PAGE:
Panel at Ryerson University discusses criticisms of Canada’s criminal laws against libel on Nov. 1.
By Mitchell Thompson
Criminal libel laws in Canada’s Criminal Code are being used increasingly to suppress speech that is critical of public officials and employees, Ryerson journalism professor Lisa Taylor said.
Speaking at Ryerson University on Nov. 1, 2016, alongside Osgoode Hall law professor Jamie Cameron and Ryerson journalism professor James Turk, Taylor said criminal laws against libel abuses of power should be done away with.
Cameron agreed, saying the laws in practice define criminal libel as “matter published which opens public officials to hatred, contempt or ridicule.” These can carry prison sentences if convicted, Cameron notes, and truth isn’t always a defence.
Taylor focused mainly on Sections 300 and 301 of the code. Section 300 carries a maximum penalty of five years in prison for libelous speech that is a “known falsehood.” Section 301, carrying a two-year maximum prison sentence, punishes defamatory libel—regardless of truth.
Though many dismiss both sections as “artifacts,” Cameron said, they are being used increasingly to “silence critics who are voluble.”
Taylor said 2005 to 2008 saw 18 criminal libel cases, which more than doubled to 37 cases from 2009 to 2012.
Although Taylor said it is unknown how many ended in convictions, most went to trial and a majority of the examples cited involve Section 301.
For example, Karen MacKinnon was charged under Section 301 twice for publishing matter online, specifically on Facebook and other websites, that could damage powerful people’s reputations. First, MacKinnon called a local politician and an Alberta Crown prosecutor “repulsive, corrupted, lying, thieving, deviant bastards both,” on Facebook. Soon after, she was charged under the same law a second time for calling that same prosecutor “a pet kangaroo.”
Whether or not these statements had merit was irrelevant, as Canadian Lawyer Magazine said “unlike s.300, where the Crown must prove beyond a reasonable doubt the accused knew what they were saying was false…a person can go to prison under s.301 even if what they’re publishing is completely true.” The magazine said that by her pretrial hearing, MacKinnon, “had spent $15,000 already on the case and she was told a jury trial would cost her another $30,000.”
Taylor compares these cases to “strategic lawsuits against public participation,” saying, though convictions are rare “the process is punishment. It grinds people down so damned much that it can stifle dissent.”
Taylor also criticizes Section 300, reserved for libel that is a “known falsehood.” Taylor said with this law, charges are applied selectively—mainly when material makes powerful people in government look bad— and that civil libel laws address most similar damages on their own. Police, judges and politicians can already launch civil libel suits if their reputations are damaged. This makes Sections 300 and 301 unnecessary dangers, Taylor said.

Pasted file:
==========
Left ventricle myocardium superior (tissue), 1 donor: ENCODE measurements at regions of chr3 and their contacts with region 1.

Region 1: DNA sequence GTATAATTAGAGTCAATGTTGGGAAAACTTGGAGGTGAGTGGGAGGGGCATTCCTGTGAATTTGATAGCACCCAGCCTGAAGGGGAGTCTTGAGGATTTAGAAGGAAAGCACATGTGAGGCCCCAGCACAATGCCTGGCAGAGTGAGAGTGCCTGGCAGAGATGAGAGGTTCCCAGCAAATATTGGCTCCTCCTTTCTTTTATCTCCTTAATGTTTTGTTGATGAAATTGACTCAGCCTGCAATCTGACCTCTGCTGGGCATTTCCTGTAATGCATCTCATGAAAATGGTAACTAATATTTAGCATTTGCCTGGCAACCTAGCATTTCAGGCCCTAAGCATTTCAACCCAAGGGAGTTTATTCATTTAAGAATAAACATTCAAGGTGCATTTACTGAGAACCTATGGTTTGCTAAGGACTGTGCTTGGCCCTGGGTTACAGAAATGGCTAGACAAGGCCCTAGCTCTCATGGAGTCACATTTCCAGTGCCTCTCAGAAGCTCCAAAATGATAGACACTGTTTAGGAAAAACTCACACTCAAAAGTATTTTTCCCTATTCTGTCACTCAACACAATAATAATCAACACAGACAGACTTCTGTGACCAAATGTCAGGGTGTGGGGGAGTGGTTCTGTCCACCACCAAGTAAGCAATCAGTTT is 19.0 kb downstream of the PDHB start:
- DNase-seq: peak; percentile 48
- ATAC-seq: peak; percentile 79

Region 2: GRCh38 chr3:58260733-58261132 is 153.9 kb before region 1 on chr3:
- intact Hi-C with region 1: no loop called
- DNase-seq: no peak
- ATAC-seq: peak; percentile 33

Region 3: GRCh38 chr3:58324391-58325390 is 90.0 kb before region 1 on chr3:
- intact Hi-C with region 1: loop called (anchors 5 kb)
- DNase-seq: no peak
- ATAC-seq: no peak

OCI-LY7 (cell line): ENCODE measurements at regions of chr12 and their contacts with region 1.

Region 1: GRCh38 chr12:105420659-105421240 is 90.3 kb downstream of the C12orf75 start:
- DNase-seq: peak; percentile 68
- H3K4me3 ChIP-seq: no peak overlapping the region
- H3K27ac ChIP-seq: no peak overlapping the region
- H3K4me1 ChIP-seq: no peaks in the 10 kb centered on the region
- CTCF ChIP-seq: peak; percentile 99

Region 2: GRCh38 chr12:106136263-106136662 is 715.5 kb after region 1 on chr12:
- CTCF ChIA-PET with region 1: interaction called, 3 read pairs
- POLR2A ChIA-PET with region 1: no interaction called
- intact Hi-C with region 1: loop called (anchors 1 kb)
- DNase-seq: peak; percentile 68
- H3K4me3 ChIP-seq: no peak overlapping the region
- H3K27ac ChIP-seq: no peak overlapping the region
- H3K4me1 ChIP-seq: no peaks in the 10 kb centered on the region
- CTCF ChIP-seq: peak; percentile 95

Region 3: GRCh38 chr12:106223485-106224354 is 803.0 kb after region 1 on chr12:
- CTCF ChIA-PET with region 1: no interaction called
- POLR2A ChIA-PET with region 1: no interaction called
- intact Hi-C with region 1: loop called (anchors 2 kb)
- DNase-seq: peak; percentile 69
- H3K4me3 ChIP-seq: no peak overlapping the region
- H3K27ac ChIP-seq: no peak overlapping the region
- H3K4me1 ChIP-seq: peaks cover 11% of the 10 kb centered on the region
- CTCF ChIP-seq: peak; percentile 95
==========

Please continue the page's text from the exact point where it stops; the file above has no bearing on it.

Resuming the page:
Cameron said these laws were initially introduced to control major papers but today are mostly used against bloggers identified as “troublemakers or rabble rousers,” with recent cases “setting ugly precedents.”
For example, Cameron cites Charles Leblanc, a blogger in New Brunswick whose computer was seized when he was charged with libel under Section 301 for publishing material that damaged a local police officer’s reputation. The case was eventually dismissed by the province’s Justice Department, believing the law to be unconstitutional though elsewhere, the charge may have proceeded.
Cases like this, Taylor said, obligate one to ask “why do these laws still exist?”
Taylor and Cameron both note that Section 301 has been struck down several times at the provincial level. Yet, Canadian Lawyer Magazine said because the Crown has never appealed, it remains untested by the Supreme Court and on the books. Section 300, meanwhile, was upheld by the Supreme Court in 1998, calling it a necessary safeguard against excessively “grave and serious,” attacks on reputations, known to be false, Cameron notes.
This goes against the position of the Law Reform Commission of Canada in 1984, which said “our Criminal Code should contain no crime of defamation, even in a restricted form,” which, Taylor said, the government disregarded. Still, Cameron, Taylor and Turk agree with the Commission.
Taylor said the powerful “need a thick skin and need to understand that not everyone will speak kindly of them. I see no alternative but to set this thing free like we were advised to do in 1984.”
Mitchell Thompson is a third-year journalism student at Ryerson. He is also the ideas co-editor for Folio and a contributor at Disinformation. He has previously written for Rabble, Canadian Dimension, Dissident Voice and others.